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Dropbox: Businesses Really Love Us Too

November 4, 2015, 10:31 PM UTC
Web Summit Dublin - Day 1
DUBLIN, IRELAND - NOVEMBER 04: Drew Houston, Founder and CEO of Dropbox, in converstaion with Laurie Segall from CNN on the centre stage at the 2014 Web Summit on November 4, 2014 in Dublin, Ireland. (Photo by Tristan Fewings/Getty Images)
Photograph by Tristan Fewings — Getty Images

Dropbox wants the outside world to know it now has more than 150,000 paying customers for its Dropbox for Business service, including the likes of men’s clothing retailer Bonobos, social network Pinterest and travel website Expedia.

That amounts to 50,000 new accounts added in the past 10 months, the cloud file-sharing company’s founder and CEO Drew Houston said at the Dropbox Open event on Wednesday.

Houston used that soapbox to counter criticism that his company, a one-time Silicon Valley darling last valued at more than $10 billion by private investors, is widely used by consumers, few of which actually pay for its services. Increasingly, Dropbox is recasting itself in the role of a collaboration software company, one that can help businesses share information more efficiently—and generate meaningful revenue along the way.

Overall, the company claims 400 million users, representing 8 million different organizations. Some of the bigger logos on the Dropbox Web site include News Corp., Under Armour, and Yahoo.

But the number that people watch especially closely is the Dropbox for Business adoption rate, which represents the company’s penetration into valuable corporate accounts.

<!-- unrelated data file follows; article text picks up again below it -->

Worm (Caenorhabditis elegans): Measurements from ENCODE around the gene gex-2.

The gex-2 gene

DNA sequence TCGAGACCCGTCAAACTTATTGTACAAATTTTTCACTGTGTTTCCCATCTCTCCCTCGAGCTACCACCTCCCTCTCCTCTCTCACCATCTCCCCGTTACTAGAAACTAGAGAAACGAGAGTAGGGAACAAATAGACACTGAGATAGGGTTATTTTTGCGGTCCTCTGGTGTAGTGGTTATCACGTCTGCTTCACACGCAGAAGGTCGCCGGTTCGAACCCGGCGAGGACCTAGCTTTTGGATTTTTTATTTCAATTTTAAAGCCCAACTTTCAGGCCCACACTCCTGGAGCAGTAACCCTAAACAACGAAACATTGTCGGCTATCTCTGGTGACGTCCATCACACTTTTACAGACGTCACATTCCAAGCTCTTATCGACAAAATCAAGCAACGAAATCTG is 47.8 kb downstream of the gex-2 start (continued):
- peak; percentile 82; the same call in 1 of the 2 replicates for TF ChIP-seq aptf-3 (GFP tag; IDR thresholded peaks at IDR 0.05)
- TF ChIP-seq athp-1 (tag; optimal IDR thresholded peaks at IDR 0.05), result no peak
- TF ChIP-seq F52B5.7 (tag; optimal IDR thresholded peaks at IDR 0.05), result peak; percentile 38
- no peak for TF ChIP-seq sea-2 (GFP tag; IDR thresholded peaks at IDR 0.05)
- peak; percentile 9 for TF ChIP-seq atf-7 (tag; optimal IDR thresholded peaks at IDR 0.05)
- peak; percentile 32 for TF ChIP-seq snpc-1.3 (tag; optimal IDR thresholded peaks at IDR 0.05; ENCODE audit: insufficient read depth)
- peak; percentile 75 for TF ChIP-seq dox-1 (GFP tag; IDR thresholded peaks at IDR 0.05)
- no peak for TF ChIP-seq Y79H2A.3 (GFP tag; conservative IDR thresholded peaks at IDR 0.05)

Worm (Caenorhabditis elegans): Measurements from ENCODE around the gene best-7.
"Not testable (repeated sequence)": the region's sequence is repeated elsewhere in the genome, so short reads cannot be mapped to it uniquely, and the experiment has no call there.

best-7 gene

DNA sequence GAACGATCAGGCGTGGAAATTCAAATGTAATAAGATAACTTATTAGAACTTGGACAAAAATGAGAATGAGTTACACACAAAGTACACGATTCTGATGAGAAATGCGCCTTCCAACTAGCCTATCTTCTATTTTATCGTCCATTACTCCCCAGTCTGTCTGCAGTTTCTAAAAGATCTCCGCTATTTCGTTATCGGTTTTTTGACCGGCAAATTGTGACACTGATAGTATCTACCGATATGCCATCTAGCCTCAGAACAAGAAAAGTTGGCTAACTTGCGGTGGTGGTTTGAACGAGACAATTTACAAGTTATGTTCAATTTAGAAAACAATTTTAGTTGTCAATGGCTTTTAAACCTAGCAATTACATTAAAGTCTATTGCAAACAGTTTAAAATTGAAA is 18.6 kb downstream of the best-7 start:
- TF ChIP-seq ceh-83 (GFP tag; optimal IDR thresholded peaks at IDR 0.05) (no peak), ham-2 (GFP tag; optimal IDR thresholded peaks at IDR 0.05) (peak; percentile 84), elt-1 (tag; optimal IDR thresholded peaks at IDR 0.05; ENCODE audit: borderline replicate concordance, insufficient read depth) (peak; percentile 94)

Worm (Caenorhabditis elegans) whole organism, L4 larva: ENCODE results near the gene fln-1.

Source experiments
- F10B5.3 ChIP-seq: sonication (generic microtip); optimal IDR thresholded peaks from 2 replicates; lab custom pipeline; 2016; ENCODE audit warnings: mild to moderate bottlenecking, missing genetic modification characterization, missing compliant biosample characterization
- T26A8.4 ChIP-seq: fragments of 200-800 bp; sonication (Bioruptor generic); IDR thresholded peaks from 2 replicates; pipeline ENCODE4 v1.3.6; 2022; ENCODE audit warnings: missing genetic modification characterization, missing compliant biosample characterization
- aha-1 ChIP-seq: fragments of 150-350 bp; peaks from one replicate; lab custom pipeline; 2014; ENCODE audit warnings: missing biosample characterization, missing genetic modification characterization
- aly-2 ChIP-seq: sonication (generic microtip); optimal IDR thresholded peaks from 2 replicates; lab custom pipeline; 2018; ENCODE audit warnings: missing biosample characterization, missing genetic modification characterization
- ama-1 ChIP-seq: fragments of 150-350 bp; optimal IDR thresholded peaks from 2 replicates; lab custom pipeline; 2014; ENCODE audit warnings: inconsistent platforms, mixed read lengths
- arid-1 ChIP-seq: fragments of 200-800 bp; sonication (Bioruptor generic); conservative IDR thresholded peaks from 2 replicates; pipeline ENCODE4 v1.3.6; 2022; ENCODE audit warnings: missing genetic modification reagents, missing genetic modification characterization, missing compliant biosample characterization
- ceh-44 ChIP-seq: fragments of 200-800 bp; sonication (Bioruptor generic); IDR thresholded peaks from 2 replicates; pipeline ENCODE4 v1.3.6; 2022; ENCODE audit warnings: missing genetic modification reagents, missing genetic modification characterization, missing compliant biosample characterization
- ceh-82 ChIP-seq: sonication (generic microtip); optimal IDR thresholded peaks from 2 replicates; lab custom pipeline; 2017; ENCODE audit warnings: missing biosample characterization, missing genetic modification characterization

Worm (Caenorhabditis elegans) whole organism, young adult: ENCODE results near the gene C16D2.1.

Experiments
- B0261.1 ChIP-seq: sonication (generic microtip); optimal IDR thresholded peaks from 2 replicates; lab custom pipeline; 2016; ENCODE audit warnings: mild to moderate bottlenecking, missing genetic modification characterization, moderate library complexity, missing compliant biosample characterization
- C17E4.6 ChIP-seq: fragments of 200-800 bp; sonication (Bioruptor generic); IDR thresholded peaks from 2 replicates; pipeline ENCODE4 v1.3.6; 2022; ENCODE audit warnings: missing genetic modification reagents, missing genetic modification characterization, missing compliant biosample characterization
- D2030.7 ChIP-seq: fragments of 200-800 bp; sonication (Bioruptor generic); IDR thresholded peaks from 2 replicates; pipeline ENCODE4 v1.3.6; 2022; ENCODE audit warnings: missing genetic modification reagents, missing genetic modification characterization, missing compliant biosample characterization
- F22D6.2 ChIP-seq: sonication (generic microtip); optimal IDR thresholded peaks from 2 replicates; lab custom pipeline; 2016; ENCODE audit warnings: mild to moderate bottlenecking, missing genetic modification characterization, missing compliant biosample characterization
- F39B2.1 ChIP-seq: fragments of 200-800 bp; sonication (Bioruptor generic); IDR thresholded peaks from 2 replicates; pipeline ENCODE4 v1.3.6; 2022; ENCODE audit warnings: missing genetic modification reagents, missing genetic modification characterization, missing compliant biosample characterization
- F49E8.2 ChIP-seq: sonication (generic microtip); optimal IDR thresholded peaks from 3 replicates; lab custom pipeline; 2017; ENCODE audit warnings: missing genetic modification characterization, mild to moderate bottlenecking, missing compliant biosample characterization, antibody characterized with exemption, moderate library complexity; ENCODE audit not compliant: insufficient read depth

Along with Houston’s declaration came this snipe at an unnamed competitor: “It’s kind of funny when people are like, ‘Oh, Dropbox isn’t serious about business’ or we’re only about consumers, when it’s really all the consumers that have brought us into all those businesses,” he said.

You can read that comment as a response to preemptive comments issued by Dropbox rival Box (BOX), defending its own market position: “Dropbox has tried to play catch-up to our enterprise strategy for years, but serving millions of free consumers is profoundly different from powering the world’s largest enterprises.”

For the sake of comparison, Box has roughly 50,000 paying business customers. Many of the accounts it references are larger than those cited by Dropbox. They include Alcoa, Cushman & Wakefield, IBM (which is also a big Box partner), and Uber. Box has approximately 40 million users overall.

One of more obvious differences between the two companies is how quickly each has pivoted to keep ahead of the commoditization of cloud file-sharing services.

Dropbox hasn’t had an official edition for large corporate customers until this week, with the introduction of Dropbox Enterprise. The new offering includes the sort of features one would expect from a service of this nature, including tools for migrating employees away from personal Dropbox accounts into ones that can be closely managed by a business for security and compliance considerations.

Box co-founder CEO and Aaron Levie took to Twitter to make this observation about that product news: “Any time you ever want to see what Dropbox will do next, look for what we did 3-5 years ago.”

Sniping aside, Dropbox is becoming much more aggressive about winning over individual users who can help open doors into corporate accounts.

This week, it disclosed a partnership with Mexicos’s giant Telmex, which will lead a major foray into Latin America, and an expanded relationship with Vodafone (VOD) that covers dozens of new countries, including Germany, Italy, Portugal, and Spain. Both companies offer promotional Dropbox accounts with their services. Dropbox’s alliance with SoftBank, its primary sales channel in Japan, is also beginning to have an impact.

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